They say that bigger is usually better, and these Lovers are no exception. This band has set off an underground buzz on the Internet. How I Learned to Stop Worrying is a rock ‘n’ roll recording with melody, highlighted by glistening guitar flourishes and majestic, cavernous, overall sounds. It’s pop. Yes, it’s even powerful pop. But what it is, most of all, is just a really strong, melodic rock recording, a rare thing nowadays.
I’ll start with my favorite track and work back. “Casual Friday” is one of the best songs of the year. The opening guitar riff, followed by cascading, tuned down drums, followed by weepy slide/pedal steel guitars, creates a moment that defines the recording: it is trippy, majestic, powerful, intense and melodically compact all at the same time. You connect the dots as to what bands did that well. I’ll save myself the time and suggest that the band’s name began with a B, and they sold lots of records.
“I’m Here” is a standout track for its loping, marching melody. “Change Your Mind” has beautiful harmonies on the chorus, a chorus that is kind of unexpected in a good way. “Forever Is Not So Long” has a great hook, again, at the chorus.
The problem faced by a band like The Bigger Lovers is that they inevitably will be compared to bands like Big Star, The Beatles and others of that ilk. One band that they really sound like is Velvet Crush. It is a blessing and curse to be lumped in with these bands in this age where rock ‘n’ roll is defined by the style of Kid Rock, Limp Bizkit and others.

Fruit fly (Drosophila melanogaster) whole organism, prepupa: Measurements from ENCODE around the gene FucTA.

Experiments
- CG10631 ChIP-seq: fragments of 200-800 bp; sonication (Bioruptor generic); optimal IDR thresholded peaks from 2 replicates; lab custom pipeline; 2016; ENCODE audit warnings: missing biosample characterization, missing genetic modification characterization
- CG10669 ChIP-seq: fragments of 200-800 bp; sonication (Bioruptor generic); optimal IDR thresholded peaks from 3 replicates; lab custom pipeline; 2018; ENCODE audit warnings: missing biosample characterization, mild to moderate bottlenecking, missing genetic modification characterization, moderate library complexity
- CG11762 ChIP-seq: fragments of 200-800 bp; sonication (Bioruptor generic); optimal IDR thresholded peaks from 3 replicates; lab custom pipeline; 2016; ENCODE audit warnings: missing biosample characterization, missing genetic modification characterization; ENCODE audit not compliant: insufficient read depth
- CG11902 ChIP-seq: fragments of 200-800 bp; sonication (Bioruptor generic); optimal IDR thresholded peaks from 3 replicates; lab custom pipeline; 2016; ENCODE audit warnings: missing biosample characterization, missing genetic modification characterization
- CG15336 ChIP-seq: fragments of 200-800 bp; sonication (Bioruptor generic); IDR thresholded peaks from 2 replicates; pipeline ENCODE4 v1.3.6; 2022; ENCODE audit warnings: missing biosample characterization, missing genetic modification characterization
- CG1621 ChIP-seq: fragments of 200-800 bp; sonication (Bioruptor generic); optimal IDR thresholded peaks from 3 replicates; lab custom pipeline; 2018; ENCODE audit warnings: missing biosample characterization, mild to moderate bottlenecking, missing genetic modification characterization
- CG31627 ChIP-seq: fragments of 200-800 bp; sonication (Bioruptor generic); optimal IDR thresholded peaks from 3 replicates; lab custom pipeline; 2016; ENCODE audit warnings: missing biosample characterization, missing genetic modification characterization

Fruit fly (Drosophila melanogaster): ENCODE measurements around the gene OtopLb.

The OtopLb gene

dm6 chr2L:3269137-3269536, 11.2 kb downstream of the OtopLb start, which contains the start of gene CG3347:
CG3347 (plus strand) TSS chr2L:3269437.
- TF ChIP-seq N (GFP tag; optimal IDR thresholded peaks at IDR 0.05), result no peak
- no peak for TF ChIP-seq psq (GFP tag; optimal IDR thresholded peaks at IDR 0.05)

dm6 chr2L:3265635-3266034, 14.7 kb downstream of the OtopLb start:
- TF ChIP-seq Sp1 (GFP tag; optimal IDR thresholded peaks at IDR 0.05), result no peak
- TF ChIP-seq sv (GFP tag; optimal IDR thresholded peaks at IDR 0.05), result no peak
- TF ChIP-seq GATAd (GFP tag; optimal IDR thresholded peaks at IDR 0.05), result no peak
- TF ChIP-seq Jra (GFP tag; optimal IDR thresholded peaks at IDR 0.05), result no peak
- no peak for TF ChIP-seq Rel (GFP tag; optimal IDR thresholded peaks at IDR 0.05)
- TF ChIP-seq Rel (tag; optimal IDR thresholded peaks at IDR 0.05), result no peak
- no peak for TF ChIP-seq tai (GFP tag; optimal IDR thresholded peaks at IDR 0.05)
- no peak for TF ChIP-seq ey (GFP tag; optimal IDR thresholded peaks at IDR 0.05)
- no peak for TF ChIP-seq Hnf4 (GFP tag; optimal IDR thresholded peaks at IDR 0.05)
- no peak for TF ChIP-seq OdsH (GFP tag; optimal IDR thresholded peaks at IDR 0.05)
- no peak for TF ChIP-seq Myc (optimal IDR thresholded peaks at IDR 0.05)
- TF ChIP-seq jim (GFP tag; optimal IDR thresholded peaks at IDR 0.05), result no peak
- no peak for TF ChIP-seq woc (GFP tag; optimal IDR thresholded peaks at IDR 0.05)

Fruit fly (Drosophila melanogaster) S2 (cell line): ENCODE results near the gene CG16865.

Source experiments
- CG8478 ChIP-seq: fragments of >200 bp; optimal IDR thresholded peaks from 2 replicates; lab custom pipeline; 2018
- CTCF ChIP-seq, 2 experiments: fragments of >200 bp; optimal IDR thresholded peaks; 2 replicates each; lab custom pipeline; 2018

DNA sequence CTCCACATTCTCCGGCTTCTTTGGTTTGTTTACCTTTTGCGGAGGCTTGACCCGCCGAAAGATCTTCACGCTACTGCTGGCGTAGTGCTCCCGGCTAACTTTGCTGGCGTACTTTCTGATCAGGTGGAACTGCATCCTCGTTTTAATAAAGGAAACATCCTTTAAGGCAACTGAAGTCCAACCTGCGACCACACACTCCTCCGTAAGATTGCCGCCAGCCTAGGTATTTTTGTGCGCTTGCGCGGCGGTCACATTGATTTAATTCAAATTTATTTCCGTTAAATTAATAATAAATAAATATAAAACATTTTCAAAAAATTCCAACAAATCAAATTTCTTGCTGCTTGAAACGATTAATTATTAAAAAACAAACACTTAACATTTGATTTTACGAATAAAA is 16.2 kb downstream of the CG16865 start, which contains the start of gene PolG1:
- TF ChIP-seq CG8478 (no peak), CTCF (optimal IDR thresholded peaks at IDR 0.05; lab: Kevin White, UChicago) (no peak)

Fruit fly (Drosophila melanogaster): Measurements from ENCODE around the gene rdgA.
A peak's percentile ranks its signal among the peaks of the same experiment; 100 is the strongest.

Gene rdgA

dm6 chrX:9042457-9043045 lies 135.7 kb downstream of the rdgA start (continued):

I’m convinced that there is a place for bands like The Bigger Lovers. The scouting report on the live show is that they are a great live rock ‘n’ roll band. These guys tour, play the clubs and, apparently, it shows.
The greatest thing that can be said about this recording is that I have seen at least three or four mentions of this recording by critics who “know” on the Internet. Everybody loves this recording. So, you don’t have to just take my word for it.
The Bigger Lovers’ How I Learned to Stop Worrying will be on many Top Ten lists for 2001. Check it out.
// Sound Affects
"The man whose songs were recorded by Johnny Cash, Alan Jackson, Ricky Skaggs, David Allan Coe, The Highwaymen, and countless others succumbs to time’s cruel cue that the only token of permanence we have to offer are the effects of shared moments and memories.READ the article